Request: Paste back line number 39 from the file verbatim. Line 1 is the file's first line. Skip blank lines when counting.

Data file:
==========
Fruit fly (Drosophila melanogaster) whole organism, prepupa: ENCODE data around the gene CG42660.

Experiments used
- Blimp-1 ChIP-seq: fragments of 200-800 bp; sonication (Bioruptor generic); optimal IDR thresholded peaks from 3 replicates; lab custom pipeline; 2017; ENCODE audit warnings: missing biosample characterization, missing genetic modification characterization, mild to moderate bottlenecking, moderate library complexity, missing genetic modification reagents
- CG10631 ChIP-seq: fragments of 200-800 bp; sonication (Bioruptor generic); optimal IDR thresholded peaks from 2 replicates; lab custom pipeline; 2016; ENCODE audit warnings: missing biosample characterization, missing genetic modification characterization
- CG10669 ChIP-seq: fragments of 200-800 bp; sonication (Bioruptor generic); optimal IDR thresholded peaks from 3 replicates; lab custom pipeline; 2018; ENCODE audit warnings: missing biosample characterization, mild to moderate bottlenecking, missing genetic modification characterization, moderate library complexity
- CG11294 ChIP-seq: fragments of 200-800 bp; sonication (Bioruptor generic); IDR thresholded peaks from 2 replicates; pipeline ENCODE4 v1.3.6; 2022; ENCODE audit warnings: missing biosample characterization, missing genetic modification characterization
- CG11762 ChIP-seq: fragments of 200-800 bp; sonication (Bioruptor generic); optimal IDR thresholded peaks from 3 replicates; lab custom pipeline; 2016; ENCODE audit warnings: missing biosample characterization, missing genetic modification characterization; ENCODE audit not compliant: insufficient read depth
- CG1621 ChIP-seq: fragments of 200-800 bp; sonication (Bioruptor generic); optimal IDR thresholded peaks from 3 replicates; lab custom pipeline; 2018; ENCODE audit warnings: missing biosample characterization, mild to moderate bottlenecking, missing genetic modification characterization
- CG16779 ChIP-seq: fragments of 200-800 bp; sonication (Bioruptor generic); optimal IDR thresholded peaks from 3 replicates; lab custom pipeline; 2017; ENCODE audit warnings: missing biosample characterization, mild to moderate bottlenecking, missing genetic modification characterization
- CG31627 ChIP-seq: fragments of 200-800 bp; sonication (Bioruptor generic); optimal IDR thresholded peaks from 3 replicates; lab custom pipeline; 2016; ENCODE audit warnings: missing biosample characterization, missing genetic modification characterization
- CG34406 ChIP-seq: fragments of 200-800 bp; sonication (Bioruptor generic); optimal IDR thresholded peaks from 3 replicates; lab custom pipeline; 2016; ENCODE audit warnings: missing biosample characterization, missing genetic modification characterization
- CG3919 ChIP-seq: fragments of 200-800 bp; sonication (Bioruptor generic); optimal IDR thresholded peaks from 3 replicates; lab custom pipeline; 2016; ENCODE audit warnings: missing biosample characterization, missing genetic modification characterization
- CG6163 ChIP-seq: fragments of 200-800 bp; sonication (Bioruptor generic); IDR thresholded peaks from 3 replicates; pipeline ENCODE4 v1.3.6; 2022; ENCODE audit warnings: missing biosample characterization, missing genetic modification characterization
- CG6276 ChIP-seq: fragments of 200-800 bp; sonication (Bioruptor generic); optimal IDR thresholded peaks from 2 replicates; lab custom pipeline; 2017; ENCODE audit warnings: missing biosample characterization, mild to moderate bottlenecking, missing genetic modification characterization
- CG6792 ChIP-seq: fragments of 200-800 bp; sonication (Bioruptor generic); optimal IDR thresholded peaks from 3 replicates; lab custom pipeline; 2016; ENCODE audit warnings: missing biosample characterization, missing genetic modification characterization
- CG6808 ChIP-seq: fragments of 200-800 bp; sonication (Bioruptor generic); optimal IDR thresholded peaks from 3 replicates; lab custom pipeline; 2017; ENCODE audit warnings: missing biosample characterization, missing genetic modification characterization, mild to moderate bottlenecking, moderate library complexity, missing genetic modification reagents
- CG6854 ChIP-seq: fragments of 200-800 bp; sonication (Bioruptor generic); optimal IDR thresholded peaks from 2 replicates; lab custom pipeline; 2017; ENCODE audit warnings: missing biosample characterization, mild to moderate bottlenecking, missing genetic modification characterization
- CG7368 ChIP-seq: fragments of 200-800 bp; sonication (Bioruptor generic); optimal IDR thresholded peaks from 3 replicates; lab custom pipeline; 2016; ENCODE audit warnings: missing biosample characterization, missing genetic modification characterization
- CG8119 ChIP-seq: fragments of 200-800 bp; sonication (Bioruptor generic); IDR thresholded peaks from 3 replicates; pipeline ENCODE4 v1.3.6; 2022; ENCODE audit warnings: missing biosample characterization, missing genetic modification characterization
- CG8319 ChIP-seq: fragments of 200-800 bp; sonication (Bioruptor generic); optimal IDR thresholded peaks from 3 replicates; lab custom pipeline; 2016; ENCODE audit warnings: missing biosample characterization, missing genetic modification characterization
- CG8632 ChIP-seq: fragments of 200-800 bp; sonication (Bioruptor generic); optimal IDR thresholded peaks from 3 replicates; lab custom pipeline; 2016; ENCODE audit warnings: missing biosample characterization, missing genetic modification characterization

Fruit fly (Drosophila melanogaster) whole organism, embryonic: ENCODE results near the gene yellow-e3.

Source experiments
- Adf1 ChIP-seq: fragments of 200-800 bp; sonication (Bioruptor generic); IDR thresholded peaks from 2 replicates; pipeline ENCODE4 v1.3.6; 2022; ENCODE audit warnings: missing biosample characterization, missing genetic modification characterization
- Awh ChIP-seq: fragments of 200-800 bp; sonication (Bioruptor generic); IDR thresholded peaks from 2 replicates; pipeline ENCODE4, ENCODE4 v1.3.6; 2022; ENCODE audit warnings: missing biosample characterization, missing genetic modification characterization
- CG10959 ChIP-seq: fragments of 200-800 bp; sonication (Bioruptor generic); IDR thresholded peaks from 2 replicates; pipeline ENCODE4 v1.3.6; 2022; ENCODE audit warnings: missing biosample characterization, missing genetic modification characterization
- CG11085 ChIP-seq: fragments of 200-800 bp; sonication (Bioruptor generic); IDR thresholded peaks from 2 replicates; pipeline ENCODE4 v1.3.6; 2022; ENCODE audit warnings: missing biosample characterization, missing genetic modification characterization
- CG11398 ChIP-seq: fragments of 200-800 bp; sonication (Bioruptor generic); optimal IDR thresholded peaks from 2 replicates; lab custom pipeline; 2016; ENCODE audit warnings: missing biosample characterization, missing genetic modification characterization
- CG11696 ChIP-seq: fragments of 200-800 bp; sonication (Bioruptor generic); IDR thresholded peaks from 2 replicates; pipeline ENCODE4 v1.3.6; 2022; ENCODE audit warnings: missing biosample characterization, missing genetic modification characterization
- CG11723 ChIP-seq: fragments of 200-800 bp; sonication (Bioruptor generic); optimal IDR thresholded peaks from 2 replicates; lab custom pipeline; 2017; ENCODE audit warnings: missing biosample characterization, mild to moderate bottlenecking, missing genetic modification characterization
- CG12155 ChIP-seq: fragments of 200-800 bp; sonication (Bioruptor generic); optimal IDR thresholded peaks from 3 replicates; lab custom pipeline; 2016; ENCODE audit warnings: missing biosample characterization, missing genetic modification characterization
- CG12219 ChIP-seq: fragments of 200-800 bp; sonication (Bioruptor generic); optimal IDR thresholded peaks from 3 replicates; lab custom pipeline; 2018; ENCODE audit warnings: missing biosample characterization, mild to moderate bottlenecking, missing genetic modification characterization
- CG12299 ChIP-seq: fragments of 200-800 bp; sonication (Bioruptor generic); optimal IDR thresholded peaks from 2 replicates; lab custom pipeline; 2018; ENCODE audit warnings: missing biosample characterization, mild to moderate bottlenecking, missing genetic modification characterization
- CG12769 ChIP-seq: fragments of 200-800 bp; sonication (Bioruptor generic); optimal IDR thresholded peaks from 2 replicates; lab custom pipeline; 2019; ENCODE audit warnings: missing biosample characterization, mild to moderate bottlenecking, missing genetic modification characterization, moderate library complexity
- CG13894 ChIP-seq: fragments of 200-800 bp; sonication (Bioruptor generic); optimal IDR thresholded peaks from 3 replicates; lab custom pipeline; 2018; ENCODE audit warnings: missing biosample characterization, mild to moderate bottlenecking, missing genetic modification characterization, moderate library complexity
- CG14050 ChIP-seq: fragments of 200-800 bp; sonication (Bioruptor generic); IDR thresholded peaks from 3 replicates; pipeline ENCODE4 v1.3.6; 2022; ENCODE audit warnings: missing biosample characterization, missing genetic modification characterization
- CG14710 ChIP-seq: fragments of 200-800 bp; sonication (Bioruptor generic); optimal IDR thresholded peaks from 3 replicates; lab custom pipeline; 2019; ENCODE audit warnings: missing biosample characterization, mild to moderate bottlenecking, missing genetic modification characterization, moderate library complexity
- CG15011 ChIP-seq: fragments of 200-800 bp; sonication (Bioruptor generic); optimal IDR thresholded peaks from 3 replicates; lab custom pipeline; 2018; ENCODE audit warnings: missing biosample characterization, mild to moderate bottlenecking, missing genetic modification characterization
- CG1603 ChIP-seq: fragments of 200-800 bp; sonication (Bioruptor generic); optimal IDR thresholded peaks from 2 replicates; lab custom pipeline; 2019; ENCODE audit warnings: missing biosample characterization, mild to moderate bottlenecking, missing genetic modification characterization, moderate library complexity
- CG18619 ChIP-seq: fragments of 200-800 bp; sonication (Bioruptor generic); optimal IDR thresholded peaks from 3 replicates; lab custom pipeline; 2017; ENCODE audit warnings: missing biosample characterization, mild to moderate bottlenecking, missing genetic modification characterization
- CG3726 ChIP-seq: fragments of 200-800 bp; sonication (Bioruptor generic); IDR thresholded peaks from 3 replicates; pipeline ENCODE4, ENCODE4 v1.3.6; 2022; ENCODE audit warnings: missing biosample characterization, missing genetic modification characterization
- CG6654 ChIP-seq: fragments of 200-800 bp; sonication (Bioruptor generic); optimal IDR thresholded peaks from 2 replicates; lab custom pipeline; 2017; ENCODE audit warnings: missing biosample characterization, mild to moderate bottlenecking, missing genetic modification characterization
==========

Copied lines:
- CG1603 ChIP-seq: fragments of 200-800 bp; sonication (Bioruptor generic); optimal IDR thresholded peaks from 2 replicates; lab custom pipeline; 2019; ENCODE audit warnings: missing biosample characterization, mild to moderate bottlenecking, missing genetic modification characterization, moderate library complexity